Zero Hour: Webber World

One of Jay Webber’s concerns when the year began was integrating a new puppy into a household that already had seven kids.

“I did not expect to be running a congressional race in 2018,” he said.

Fate – or rather politics – soon intervened.

Rodney Frelinghuysen announced he was retiring in late January and Webber quickly entered the race to succeed him. Four other Republicans have done the same.

The weekend found Webber holding a number of “Meet and Greet” sessions in all four counties of the 11th District. Late Sunday afternoon, he was in the Lake Telemark section of Rockaway Township.

He said people he met over the weekend wanted to talk about lowering taxes and fixing the nation’s immigration policy.

“The themes are the same as they were from the beginning,” he said.

But the answers on these and other issues are not always simple.

One resident, Jeff Orbach, told Webber that he and his wife have gotten “hosed” by the recently-passed tax reform bill.

This is going to be a tough issue for all New Jersey Republicans.

While the tax bill is so far the signature domestic accomplishment of the Trump administration, it can hurt many state residents by capping the deduction for state and local taxes at $10,000, Many residents pay more than that in property taxes alone.

Webber blamed Democrats in Congress for not negotiating the tax bill with Trump and Republicans, If they did, he said they likely would have gotten the cap removed, which is what he wants to do if elected.

Another questioner wondered why Republicans have not repealed Obamacare, which is something they have talked about for years.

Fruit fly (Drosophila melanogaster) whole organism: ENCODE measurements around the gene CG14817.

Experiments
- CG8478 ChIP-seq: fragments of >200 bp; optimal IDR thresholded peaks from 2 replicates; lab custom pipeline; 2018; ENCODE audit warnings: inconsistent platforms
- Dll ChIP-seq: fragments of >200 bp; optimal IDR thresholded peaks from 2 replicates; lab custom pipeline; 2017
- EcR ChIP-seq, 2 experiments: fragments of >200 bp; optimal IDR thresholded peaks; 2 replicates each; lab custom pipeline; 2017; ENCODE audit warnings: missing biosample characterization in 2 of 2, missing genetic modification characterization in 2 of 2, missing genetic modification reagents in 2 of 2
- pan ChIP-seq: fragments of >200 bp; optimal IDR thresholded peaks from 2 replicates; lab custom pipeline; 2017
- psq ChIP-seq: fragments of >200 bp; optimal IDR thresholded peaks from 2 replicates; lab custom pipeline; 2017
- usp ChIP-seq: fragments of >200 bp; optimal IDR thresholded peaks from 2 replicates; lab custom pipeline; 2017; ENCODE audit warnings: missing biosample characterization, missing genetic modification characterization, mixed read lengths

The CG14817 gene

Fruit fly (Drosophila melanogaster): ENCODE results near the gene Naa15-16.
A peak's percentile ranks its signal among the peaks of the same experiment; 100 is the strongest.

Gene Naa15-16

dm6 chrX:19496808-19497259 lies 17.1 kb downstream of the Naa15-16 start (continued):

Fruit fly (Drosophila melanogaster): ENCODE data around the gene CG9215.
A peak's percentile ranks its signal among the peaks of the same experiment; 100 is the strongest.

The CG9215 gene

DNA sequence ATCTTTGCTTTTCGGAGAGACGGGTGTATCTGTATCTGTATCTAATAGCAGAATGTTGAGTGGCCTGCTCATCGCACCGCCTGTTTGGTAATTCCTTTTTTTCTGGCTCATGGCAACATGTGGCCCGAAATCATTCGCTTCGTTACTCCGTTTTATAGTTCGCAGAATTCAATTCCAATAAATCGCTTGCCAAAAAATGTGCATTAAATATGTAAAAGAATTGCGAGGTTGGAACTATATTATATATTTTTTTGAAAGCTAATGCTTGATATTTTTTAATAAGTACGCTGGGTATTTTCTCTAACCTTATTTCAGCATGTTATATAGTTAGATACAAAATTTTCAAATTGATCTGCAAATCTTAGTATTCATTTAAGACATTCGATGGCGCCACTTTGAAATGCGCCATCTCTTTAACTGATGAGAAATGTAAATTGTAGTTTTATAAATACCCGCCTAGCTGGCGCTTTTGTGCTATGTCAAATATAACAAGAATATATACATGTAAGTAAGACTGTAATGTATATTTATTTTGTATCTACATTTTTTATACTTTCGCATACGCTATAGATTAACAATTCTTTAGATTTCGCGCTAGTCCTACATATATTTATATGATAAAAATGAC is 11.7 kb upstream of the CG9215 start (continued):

Webber agreed that members of Congress should do what they say. He said he favored repeal and that he would follow through.

That was good enough for the man asking the question, who said he had been undecided. But when he left, he was wearing a Webber sticker.

Webber has time to fight the Democrats; the primary comes first.

He acknowledged that it’s been a spirited contest.

He sized up his two main opponents as a millionaire who is “telling a lot of lies” and a man who has the support of the party leaders in Essex and Passaic counties.

The first reference was to Peter DeNeufville of Mendham who has called some of Webber’s views “whacky.”

The second reference was to Antony Ghee, of Totowa,  who has the “county line” in Essex and Passaic.

In contrast to millions in the bank and party bosses in his corner, Webber says he has the average GOP voter on his side. While this is hardly a unique selling point, it can be effective.

But still, Webber wanted to focus on November. His belief is that Trump and Republicans are gaining popularity during good economic times.

He said what some have called an approaching  “blue wave” may turn out to be a trickle.
One thing both parties – and political observers – all seem to agree on is that the race in District 11 is going to be one of the most closely-watched in the country.

If Democrats are going to take control of the House, they’re going to have to win in an affluent, educated district like the 11th.

With that in mind, aside from which candidates survive the respective primaries, it’s going to be interesting to see the total number of votes cast by Democrats and Republicans in Tuesday’s primary.

It’s a small sample to be sure, but absentee ballot applications provide a hint. And in Morris County, the heart of the 11th, Democrats so far have requested about 300 more absentee ballots than Republicans.

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